## Preliminaries#

1. Linear algebra
2. Calculus 1,2
3. Taylor series

Quadratic function, a type of performance index, is universal. One of its key properties is that it can be represented in a second-order Taylor series precisely.

$F(\mathbf{x})=\frac{1}{2}\mathbf{x}^TA\mathbf{x}+\mathbf{d}\mathbf{x}+c\tag{1}$

where $$A$$ is a symmetric matrix(if it is not symmetric, it can be easily converted into symmetric). And recall the property of gradient:

$\nabla (\mathbf{h}^T\mathbf{x})=\nabla (\mathbf{x}^T\mathbf{h})=\mathbf{h}\tag{2}$

and

$\nabla (\mathbf{x}^TQ\mathbf{x})=Q\mathbf{x}+Q^T\mathbf{x}=2Q\mathbf{x}\tag{3}$

then the first order of quadratic functions are:

$\nabla F(\mathbf{x})=A\mathbf{x}+\mathbf{d}\tag{4}$

and second-order of quadratic functions are: $\nabla^2 F(\mathbf{x})=A\tag{5}$

The shape of quadratic functions can be described by eigenvalues and eigenvectors of its Hessian matrix. Hessian matrix is a symmetric matrix and its eigenvectors are mutually orthogonal, let:

$\mathbf{z}_1,\mathbf{z}_2,\cdots ,\mathbf{z}_n\tag{6}$

denote the whole set of the eigenvectors of the Hessian matrix $$A$$ and we build a matrix:

$B=\begin{bmatrix} \mathbf{z}_1&\mathbf{z}_2&\cdots &\mathbf{z}_n \end{bmatrix}\tag{7}$

and because of $$BB^T=I$$, we have $$B^{-1}=B^T$$. When the Hessian matrix is positive definite, it would have $$n$$ eigenvectors(Hessian has a full rank $$n$$) and we can change the Hessian matrix into a new matrix whose basis are the set of eigenvectors:

$A'=B^TAB=\begin{bmatrix} \lambda_1&&&\\ &\lambda_2&&\\ &&\ddots&\\ &&&\lambda_n \end{bmatrix}=\Lambda\tag{8}$

after changing the basis, the new Hessian matrix is a diagonal matrix whose elements on the diagonal are the eigenvalues. This process can be inversed because of $$BB^T=I$$:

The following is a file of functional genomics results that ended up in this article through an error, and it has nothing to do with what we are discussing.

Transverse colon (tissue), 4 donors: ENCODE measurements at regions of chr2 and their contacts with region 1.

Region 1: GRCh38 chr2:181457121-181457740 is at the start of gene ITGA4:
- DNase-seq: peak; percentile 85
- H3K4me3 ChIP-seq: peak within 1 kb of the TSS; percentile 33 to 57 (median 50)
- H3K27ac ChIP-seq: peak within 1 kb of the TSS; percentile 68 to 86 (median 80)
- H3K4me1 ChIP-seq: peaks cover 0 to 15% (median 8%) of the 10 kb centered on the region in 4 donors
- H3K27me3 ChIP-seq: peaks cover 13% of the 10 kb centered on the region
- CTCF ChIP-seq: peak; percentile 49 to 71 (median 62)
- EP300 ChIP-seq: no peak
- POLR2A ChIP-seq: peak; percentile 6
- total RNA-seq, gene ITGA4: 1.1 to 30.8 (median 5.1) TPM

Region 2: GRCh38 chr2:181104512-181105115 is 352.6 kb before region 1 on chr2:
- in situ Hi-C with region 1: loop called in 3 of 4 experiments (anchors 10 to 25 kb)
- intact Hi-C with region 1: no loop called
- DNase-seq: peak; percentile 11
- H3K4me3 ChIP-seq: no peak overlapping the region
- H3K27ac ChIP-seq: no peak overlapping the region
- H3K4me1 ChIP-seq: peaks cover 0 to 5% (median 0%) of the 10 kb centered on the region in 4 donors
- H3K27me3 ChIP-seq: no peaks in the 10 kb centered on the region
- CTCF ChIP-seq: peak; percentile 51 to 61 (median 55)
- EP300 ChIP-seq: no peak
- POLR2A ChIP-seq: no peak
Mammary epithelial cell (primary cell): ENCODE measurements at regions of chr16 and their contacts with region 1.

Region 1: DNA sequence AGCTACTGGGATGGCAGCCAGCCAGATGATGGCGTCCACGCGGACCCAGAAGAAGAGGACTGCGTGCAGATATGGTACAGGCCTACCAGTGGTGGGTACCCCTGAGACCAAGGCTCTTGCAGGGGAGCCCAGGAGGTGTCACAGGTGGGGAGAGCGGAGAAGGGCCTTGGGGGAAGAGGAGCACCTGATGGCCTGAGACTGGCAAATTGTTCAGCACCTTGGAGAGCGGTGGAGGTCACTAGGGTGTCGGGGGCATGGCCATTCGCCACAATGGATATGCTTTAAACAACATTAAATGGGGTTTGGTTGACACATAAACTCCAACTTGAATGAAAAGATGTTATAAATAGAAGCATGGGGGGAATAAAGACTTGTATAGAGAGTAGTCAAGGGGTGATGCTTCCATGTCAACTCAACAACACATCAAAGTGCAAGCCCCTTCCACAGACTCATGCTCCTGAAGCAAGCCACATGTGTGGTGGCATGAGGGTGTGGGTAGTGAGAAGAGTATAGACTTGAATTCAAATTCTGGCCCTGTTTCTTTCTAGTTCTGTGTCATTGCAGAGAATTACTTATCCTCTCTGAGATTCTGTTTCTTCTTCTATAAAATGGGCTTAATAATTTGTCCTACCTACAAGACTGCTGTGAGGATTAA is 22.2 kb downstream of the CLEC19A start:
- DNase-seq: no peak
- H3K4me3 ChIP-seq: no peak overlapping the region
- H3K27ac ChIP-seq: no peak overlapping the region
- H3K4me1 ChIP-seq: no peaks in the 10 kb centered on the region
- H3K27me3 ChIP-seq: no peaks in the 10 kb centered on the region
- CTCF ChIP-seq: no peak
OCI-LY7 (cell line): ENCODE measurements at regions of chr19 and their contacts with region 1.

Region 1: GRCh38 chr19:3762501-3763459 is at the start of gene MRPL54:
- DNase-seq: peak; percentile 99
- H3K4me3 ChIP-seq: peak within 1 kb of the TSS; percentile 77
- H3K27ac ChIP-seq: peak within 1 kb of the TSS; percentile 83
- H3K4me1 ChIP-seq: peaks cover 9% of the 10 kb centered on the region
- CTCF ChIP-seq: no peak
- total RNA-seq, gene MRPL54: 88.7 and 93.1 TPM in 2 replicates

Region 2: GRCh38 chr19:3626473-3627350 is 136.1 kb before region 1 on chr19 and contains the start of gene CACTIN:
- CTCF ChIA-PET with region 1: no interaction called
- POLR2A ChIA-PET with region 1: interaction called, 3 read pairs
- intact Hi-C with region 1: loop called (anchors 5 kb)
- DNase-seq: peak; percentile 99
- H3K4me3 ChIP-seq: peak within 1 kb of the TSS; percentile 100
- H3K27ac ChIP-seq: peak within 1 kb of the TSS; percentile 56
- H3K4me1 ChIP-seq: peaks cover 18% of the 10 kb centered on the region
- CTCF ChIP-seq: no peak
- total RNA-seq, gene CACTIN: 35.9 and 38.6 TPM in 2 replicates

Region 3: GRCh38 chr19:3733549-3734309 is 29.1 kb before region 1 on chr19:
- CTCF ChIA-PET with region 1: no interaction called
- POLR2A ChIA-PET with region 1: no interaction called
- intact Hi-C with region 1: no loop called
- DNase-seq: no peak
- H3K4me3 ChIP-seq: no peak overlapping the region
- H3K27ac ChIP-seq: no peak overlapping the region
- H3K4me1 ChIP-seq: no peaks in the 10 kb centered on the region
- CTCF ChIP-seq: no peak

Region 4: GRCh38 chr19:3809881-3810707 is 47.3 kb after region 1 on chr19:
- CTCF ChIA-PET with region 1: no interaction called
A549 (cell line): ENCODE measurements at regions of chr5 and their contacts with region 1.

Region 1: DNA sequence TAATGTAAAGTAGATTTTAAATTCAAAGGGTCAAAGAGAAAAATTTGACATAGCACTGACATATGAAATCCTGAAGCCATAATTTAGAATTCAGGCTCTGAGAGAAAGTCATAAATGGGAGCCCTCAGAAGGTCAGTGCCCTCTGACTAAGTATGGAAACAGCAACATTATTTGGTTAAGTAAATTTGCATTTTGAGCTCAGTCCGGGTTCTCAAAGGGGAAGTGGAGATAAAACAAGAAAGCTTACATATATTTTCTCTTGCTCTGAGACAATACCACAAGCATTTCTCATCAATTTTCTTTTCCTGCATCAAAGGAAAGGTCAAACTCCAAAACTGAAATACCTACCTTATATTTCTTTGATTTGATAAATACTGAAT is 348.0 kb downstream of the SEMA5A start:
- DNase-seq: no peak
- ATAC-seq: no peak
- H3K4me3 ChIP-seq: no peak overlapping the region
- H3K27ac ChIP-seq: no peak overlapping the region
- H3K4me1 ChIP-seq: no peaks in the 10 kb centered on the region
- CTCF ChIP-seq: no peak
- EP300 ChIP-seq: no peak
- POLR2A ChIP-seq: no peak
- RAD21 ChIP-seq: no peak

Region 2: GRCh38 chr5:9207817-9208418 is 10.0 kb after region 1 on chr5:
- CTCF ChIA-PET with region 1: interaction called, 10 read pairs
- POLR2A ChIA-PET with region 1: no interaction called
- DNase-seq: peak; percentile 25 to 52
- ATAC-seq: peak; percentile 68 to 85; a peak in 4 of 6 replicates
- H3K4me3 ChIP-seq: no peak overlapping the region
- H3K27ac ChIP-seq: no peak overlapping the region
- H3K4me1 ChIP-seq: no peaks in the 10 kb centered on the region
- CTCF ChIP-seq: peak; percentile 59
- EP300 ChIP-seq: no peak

$A=BA'B^T=B\Lambda B^T\tag{9}$

We can calculate the derivative in any directions:

$\frac{\mathbf{p}^T\nabla^2 F(\mathbf{x})\mathbf{p}}{||\mathbf{p}||^2}=\frac{\mathbf{p}^TA\mathbf{p}}{||\mathbf{p}||^2}\tag{10}$

For columns of $$B$$ can span the whole space, So we can find a vector $$\mathbf{c}$$ satisfy:

$\mathbf{p}=B\mathbf{c}\tag{11}$

then take equation(8), equation(11) into equation(10) we get:

$\frac{\mathbf{c}^TB^TAB\mathbf{c}}{\mathbf{c}^TB^TB\mathbf{c}}=\frac{\mathbf{c}^T\Lambda\mathbf{c}}{\mathbf{c}^TI\mathbf{c}}=\frac{\sum^n_{i=1}\lambda_i c_i^2}{\sum_{i=1}^n c^2_i}\tag{12}$

From equation(12), we could conclude:

$\lambda_{\text{min}}\leq \frac{\mathbf{p}^TA\mathbf{p}}{||\mathbf{p}||^2}\leq \lambda_{\text{max}}\tag{13}$

1. maximum $$2^{\text{nd}}$$ derivative occure along with $$\mathbf{z}_{\text{max}}$$(according to $$\lambda_{\text{max}}$$)
2. eigenvalues is the $$2^{\text{nd}}$$ derivative along its eigenvector.
3. eigenvectors could define a new coordinate system
4. eigenvectors are principal axes of the function contour.
5. going along with the $$\mathbf{z}_{\text{max}}$$ direction could have the largest change in function value $$|\Delta F(x)|$$
6. eigenvalues here are all positive because of positive definite.

An example:

$F(\mathbf{x})=x_1^2+x_1x_2+x_2^2 =\frac{1}{2}\mathbf{x}^T \begin{bmatrix} 2&1\\1&2 \end{bmatrix}\mathbf{x}\tag{14}$

we can calculate the eigenvectors and eigenvalues:

\begin{aligned} &\lambda_1=1&&\mathbf{z}_1=\begin{bmatrix} 1\\-1 \end{bmatrix}\\ &\lambda_2=3&&\mathbf{z}_2=\begin{bmatrix} 1\\1 \end{bmatrix} \end{aligned}\tag{15}

The contour plot and 3-D plots are:  Another example:

$F(\mathbf{x})=-\frac{1}{4}x_1^2-\frac{3}{2}x_1x_2-\frac{1}{4}x_2^2 =\frac{1}{2}\mathbf{x}^T \begin{bmatrix} -0.5&-1.5\\-1.5&-0.5 \end{bmatrix}\mathbf{x}\tag{16}$

we can calculate the eigenvectors and eigenvalues:

\begin{aligned} &\lambda_1=1&&\mathbf{z}_1=\begin{bmatrix} -1\\1 \end{bmatrix}\\ &\lambda_2=-2&&\mathbf{z}_2=\begin{bmatrix} -1\\-1 \end{bmatrix} \end{aligned}\tag{17}

The contour plot and 3-D plots is:  ## Conclusion#

1. $$\lambda_i>0$$ or $$i=1,2,\cdots$$, $$F(x)$$ have a single strong minimum
2. $$\lambda_i<0$$ or $$i=1,2,\cdots$$, $$F(x)$$ have a single strong maximum
3. $$\lambda_i$$ have both negative and positive together. $$F(x)$$ has a saddle point
4. $$\lambda_i\geq 0$$ and have a $$\lambda_j=0$$, $$F(x)$$ has a weak minimum or has no stationary point.
5. $$\lambda_i\leq 0$$ and have a $$\lambda_j=0$$, $$F(x)$$ has a weak maximum or has no stationary point.

1. Demuth, H.B., Beale, M.H., De Jess, O. and Hagan, M.T., 2014. Neural network design. Martin Hagan.↩︎